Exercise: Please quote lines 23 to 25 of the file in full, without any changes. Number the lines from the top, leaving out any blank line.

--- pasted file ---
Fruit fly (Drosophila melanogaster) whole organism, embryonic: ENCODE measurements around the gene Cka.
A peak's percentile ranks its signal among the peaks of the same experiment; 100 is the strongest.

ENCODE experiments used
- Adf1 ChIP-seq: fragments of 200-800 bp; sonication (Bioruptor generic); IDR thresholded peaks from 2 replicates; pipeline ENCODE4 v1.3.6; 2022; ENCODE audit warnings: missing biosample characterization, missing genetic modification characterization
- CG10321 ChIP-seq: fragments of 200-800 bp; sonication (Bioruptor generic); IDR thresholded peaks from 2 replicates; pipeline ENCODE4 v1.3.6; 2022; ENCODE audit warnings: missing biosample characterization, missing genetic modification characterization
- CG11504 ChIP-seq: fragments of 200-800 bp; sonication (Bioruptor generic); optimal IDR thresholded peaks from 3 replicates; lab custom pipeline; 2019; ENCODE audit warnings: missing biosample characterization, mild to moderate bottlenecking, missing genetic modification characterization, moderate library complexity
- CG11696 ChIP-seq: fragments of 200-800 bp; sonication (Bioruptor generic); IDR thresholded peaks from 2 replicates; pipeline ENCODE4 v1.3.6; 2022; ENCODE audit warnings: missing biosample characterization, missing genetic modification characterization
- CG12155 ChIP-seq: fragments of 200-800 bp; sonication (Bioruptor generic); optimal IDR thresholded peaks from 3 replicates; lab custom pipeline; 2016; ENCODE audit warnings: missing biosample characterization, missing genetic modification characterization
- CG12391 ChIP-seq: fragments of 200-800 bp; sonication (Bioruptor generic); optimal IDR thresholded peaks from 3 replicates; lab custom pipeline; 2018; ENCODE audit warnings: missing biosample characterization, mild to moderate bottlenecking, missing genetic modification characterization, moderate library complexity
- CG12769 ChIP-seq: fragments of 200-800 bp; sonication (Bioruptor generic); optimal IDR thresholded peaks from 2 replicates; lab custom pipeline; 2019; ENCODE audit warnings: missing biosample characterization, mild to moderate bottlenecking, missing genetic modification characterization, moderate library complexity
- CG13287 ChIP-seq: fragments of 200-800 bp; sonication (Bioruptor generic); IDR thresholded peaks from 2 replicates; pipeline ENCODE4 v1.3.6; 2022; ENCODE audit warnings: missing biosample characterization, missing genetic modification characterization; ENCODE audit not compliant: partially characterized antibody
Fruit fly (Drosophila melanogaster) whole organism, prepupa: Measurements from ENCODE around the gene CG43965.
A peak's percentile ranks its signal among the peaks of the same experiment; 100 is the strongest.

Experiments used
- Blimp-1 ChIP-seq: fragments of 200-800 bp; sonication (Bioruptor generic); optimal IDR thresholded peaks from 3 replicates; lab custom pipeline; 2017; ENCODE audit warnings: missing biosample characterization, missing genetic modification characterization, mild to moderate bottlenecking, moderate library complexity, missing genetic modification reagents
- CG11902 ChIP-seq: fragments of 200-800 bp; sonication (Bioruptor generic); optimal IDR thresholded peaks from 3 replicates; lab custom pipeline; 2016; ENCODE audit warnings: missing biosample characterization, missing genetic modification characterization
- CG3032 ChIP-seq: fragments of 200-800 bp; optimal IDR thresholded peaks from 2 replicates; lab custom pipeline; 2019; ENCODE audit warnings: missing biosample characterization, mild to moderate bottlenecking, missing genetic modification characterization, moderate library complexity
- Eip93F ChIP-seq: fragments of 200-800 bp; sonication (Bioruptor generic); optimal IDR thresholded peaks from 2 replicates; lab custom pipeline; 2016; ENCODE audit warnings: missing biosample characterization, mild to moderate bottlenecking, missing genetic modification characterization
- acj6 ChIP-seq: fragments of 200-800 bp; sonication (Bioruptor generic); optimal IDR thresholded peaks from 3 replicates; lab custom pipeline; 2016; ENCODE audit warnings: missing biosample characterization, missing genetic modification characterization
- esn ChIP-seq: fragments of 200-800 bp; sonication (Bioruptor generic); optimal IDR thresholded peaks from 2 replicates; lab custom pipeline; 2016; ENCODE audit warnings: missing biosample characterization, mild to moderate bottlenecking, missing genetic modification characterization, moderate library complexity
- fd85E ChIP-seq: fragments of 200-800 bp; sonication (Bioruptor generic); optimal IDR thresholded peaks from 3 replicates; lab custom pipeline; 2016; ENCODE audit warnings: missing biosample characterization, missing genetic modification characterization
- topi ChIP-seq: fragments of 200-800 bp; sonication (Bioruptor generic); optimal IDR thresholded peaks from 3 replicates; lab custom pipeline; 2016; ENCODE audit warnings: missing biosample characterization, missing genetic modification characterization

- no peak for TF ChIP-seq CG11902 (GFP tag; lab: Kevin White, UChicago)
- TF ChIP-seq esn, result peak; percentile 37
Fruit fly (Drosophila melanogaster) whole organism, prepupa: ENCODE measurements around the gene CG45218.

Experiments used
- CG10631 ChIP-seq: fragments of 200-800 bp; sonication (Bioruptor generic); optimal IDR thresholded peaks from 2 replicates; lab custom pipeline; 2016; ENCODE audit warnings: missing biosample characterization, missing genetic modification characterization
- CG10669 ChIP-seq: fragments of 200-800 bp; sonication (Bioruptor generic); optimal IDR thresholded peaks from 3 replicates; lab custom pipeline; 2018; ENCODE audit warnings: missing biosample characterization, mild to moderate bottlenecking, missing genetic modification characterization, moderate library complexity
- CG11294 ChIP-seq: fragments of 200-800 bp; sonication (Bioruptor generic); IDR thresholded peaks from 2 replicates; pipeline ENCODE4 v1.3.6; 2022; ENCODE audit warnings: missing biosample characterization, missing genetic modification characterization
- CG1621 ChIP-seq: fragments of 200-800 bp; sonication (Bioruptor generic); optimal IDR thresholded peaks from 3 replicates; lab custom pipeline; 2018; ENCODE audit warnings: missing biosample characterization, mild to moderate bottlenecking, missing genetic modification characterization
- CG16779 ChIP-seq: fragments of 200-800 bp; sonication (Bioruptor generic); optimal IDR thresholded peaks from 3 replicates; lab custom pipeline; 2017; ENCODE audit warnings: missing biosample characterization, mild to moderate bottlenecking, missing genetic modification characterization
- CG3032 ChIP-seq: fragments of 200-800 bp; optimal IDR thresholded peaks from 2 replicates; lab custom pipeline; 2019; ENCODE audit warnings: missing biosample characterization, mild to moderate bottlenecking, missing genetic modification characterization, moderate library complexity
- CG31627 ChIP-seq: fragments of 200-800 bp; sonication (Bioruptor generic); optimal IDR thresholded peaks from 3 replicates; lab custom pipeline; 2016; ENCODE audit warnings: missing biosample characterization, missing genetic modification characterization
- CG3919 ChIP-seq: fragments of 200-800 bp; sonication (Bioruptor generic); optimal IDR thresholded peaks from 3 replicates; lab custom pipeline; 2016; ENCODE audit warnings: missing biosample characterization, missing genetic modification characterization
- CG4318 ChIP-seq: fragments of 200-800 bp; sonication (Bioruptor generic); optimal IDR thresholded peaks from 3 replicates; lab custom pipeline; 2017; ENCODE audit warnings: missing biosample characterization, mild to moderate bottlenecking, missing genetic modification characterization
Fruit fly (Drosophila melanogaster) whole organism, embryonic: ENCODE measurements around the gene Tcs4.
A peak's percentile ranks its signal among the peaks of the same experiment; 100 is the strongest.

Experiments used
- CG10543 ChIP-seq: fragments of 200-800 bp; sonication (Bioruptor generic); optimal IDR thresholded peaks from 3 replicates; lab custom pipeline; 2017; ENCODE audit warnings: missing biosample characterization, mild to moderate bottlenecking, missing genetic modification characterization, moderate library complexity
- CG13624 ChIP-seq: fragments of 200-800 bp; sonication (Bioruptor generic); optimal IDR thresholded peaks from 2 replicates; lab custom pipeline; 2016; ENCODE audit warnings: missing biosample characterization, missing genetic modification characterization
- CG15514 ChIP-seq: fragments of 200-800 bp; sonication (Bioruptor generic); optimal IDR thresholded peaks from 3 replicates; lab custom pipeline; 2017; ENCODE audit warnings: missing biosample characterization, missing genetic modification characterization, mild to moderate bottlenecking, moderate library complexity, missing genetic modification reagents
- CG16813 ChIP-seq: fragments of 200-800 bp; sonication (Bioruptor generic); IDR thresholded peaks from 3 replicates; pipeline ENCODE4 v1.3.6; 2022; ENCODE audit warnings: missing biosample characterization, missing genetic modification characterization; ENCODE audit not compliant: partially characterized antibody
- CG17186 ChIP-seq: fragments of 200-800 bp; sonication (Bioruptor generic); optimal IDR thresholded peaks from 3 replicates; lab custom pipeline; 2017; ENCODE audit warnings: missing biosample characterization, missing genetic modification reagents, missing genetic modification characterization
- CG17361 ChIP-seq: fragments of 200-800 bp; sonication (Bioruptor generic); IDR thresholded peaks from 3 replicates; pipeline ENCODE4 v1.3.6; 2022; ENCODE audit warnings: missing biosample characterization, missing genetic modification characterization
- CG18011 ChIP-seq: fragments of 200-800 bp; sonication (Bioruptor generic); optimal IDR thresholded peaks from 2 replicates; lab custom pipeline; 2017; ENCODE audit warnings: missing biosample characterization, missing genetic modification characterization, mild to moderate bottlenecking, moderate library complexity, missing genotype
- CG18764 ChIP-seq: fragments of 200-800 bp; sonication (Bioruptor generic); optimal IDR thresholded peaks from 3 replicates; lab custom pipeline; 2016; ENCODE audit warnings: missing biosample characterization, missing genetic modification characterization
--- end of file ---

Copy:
- no peak for TF ChIP-seq CG11902 (GFP tag; lab: Kevin White, UChicago)
- TF ChIP-seq esn, result peak; percentile 37
Fruit fly (Drosophila melanogaster) whole organism, prepupa: ENCODE measurements around the gene CG45218.